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Just when Hardison’s modeling career was set to take off, her personal life had her balancing another role – motherhood. Her young son Kareem was starting to grow up, and even in early childhood his budding personality was on display. Kareem showed an independent spirit, and shared his mother’s passion for the arts. Hardison recall’s one story that demonstrated Kareem was comfortable in his own skin at an early age. While only around ten years old, Kareem’s classmate had invited him to go on a trip with his family to the small island of Vieques, Puerto Rico. Hardison drove Kareem to the airport, and handed him the ticket. “I thought he may be nervous, or I’d at least have to walk him up to the gate”, Hardison remembers. The young Kareem kindly thanked his mother for the ticket, grabbed it, and made a beeline for the security gate without looking back. Hardison laughed. He was his mother’s son. Not long after, she started to consider Kareem’s future. What did he want to be when he grew up? During a few busy years while Bethann’s modeling career was particularly demanding, Kareem was living with his grandmother BedStuy. Bethann came back for a visit between shoots, and an idea jumped out at her. “Why don’t you try acting?” Bethann suggested. “Start now by acting as a boy who lost his dog”. Kareem shrugged, giving a look that basically said “why not?” He paused for a second, and slowly started looking around the room. Then he walked around the room, looking under tables and behind curtains. Slowly his face transformed from a saddened look to despair. The chilling performance gave both his mother and grandmother goosebumps. At such an early age, he was able to do what few actors could. He drew in the audience without saying a word. “That’s it”, Hardison said. “Whenever anyone asks what you want to do, you say you’re an actor”. Years later Kareem would act in “The Cosby Show” and get a lead role in “A Different World”. Bill Cosby pulled Bethann over one day at an event. “That son of yours – he’s got timing”, he said. “The Cosby Show” was one of the first television depictions of a healthy black American family, which would have an impact both on black communities, but also in the perception of these families among people of different colors. When asked if Bethann knew this impact as the show was happening, Bethann pauses. “Nobody knows the impact of something while they are creating it. You try to create and find truth, but the accessing the impact always comes later”.

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As Bethann’s modeling career was winding down, her second act would prove to be equally successful. Hardison spent several years at the modeling agency Click, which was founded in 1980 by brothers Frances and Joey Grill along with Allan Mindel. Bethann quickly found a home with Click, and her strong work ethic and keen eye for talent would help turn Click into one of the top agencies in the business throughout the 1980s. “We weren’t bigger, we were just better”, Bethann recalls. “We spent a lot of time thinking about visualizing the image we were after”. Bethann describes the type of models that gave Click its unique and edgy brand at the time. “We called them clamdiggers. They were the kids on the beach, the boys next door. The girls weren’t the perfect pretty blondes. They were edgier. We started to change how people looked at the model”. Soon this new look was in demand. Names like Ralph and Calvin came calling. Magazine editors started to reevaluate everything they thought they knew about what a model was. Hardison recalls what it was like at the peak. “The phones rang off the hook. We barely took lunch breaks”. While Hardison was at the top of her game with Click, she started to get some advice from friends and industry colleagues, who recommended that she start her own agency. Two of her friends pushed her to get things started, and even offered to help find the startup capital. “I only thought I was going to do it about three to five years”, Hardison remembers. “Five years became fifteen”. Hardison’s previous success and rolodex would open doors for the new agency, and she would play pivotal mentoring roles for both Tyson Beckford and Naomi Campbell. Hardison’s reputation for finding new modeling talent led to strong relationships with designers, who praised her ability to deliver different looks than competing agencies. These unique looks also helped brands such as Ralph Lauren and Calvin Klein develop financial success. Hardison compares that era of modeling to the new celebrity crazed culture which has driven the bottom line of the fashion industry today. “It’s a wave that’s turned into a tsunami, and the tsunami is the celebrity”, Hardison suggests. “I would call Kate Upton a celebrity first, model second. When I look at Gwyeneth Paltrow I don’t see the product. When I see a model I always see the product. In some ways I think the celebrity takes away from it a bit”.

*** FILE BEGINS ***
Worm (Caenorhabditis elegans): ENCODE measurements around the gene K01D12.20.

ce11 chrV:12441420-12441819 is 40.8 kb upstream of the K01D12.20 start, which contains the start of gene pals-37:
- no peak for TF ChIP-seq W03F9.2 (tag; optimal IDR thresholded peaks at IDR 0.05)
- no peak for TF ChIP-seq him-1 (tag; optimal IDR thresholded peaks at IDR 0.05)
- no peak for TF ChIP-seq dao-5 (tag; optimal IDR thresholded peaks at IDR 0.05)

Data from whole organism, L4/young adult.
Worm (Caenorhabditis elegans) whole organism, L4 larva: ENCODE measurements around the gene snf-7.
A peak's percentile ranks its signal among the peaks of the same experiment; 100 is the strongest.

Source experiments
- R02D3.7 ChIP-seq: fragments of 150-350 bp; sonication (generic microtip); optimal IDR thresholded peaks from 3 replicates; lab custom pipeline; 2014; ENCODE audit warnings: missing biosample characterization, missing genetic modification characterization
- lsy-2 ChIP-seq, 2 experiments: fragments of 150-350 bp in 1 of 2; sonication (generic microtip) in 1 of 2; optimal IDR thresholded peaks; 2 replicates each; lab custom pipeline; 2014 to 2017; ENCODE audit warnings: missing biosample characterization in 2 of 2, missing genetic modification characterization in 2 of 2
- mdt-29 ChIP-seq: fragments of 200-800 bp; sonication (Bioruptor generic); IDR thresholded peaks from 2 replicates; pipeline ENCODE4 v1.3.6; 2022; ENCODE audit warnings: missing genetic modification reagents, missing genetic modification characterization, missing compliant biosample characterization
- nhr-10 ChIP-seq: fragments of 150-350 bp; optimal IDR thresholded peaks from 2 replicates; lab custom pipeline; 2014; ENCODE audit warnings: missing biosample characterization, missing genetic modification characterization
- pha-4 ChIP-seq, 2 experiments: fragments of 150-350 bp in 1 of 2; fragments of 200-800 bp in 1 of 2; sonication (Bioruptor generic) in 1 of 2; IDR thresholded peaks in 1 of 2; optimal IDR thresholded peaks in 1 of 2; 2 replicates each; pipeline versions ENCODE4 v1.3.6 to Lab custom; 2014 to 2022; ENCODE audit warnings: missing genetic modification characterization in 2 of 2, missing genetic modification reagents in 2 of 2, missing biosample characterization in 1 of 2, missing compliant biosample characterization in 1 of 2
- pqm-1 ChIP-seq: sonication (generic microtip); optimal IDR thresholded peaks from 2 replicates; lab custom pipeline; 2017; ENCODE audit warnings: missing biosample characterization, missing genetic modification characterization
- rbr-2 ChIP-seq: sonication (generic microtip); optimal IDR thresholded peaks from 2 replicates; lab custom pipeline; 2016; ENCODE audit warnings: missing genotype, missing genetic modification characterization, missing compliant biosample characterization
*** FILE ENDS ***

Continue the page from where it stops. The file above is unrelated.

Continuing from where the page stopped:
Recently Hardison has taken on an activist role to advocate for the diversity of color on the runways. Through the years, particularly the 1980’s, Hardison played a more direct role of finding and developing unique and different modeling options. Now she continues bringing awareness to the issue in other ways. One example is the open letter she wrote, naming over fifty fashion houses including top names such as Alexander McQueen, Chanel, Prada, Versace, and Marc Jacobs for their lack of a commitment to diversity. Many point to Hardison as a voice of reason in an industry that has been criticized as out of touch with modern times.

Hardison has had a rich life and a full career. She has impacted countless lives. Ironically, much of what she accomplished was a byproduct of her strong persona, tireless work ethic, fortunate encounters and the times in which she lived. The funny part is modeling really was never part of the plan. “Remember, all I ever really wanted was to be a good woman to a man, and to run a bar”, Hardison laughs. “I think I still want to own that bar”. Fortunately, I think one of those goals has been known to lead to the other.